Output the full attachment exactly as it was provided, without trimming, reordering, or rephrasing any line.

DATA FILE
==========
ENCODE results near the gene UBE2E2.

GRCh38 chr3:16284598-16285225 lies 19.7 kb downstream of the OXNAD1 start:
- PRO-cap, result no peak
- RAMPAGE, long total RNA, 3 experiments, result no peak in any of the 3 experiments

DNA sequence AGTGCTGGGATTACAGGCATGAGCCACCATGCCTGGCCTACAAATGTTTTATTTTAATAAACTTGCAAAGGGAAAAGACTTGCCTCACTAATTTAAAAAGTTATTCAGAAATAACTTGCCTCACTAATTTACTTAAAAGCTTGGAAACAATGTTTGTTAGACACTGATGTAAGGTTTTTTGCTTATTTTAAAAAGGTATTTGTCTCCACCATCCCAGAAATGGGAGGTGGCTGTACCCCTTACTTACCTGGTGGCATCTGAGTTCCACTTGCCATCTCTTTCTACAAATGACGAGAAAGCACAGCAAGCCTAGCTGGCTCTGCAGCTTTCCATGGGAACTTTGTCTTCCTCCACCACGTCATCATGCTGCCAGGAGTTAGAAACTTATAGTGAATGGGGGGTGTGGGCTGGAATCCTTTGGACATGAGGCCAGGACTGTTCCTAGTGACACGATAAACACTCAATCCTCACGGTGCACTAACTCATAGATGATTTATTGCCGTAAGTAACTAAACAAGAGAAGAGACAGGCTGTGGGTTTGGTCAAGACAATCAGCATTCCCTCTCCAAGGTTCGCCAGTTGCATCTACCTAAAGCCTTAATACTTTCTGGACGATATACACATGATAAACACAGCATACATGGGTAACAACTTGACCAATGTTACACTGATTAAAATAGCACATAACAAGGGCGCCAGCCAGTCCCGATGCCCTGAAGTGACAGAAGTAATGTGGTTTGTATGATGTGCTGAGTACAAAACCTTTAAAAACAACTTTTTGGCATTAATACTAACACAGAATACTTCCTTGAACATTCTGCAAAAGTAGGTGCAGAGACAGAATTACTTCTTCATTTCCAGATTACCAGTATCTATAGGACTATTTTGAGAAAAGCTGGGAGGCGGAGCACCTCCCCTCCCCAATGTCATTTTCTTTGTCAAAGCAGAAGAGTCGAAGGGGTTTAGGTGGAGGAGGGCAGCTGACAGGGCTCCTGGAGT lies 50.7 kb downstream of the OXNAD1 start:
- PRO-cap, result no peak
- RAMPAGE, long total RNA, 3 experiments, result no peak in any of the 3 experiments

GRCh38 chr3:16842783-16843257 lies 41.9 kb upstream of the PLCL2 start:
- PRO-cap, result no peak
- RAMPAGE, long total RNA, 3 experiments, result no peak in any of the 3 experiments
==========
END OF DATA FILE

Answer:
ENCODE results near the gene UBE2E2.

GRCh38 chr3:16284598-16285225 lies 19.7 kb downstream of the OXNAD1 start:
- PRO-cap, result no peak
- RAMPAGE, long total RNA, 3 experiments, result no peak in any of the 3 experiments

DNA sequence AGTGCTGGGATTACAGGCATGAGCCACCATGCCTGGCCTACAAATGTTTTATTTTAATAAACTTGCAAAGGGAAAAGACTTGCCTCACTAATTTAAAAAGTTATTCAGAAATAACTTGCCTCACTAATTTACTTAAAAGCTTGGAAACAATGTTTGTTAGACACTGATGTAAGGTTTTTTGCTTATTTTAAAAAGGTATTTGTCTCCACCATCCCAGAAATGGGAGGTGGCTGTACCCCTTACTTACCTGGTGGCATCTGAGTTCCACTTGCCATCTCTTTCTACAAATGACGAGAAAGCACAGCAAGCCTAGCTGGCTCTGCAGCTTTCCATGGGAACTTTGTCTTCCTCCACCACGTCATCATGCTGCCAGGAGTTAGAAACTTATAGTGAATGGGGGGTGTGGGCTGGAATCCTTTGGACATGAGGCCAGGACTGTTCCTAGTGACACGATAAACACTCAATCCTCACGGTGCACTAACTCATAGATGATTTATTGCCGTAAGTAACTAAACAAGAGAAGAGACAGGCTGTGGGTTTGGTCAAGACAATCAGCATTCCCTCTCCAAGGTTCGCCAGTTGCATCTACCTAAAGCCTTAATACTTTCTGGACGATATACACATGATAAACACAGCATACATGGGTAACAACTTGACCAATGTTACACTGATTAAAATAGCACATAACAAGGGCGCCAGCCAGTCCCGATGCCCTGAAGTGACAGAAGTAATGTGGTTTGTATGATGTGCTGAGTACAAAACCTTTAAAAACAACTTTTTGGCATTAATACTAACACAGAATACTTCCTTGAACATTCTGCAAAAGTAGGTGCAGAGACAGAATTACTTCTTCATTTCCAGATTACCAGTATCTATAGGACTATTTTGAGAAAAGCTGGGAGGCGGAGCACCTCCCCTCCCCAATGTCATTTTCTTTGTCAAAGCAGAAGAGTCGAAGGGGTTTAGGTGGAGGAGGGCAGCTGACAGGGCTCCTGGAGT lies 50.7 kb downstream of the OXNAD1 start:
- PRO-cap, result no peak
- RAMPAGE, long total RNA, 3 experiments, result no peak in any of the 3 experiments

GRCh38 chr3:16842783-16843257 lies 41.9 kb upstream of the PLCL2 start:
- PRO-cap, result no peak
- RAMPAGE, long total RNA, 3 experiments, result no peak in any of the 3 experiments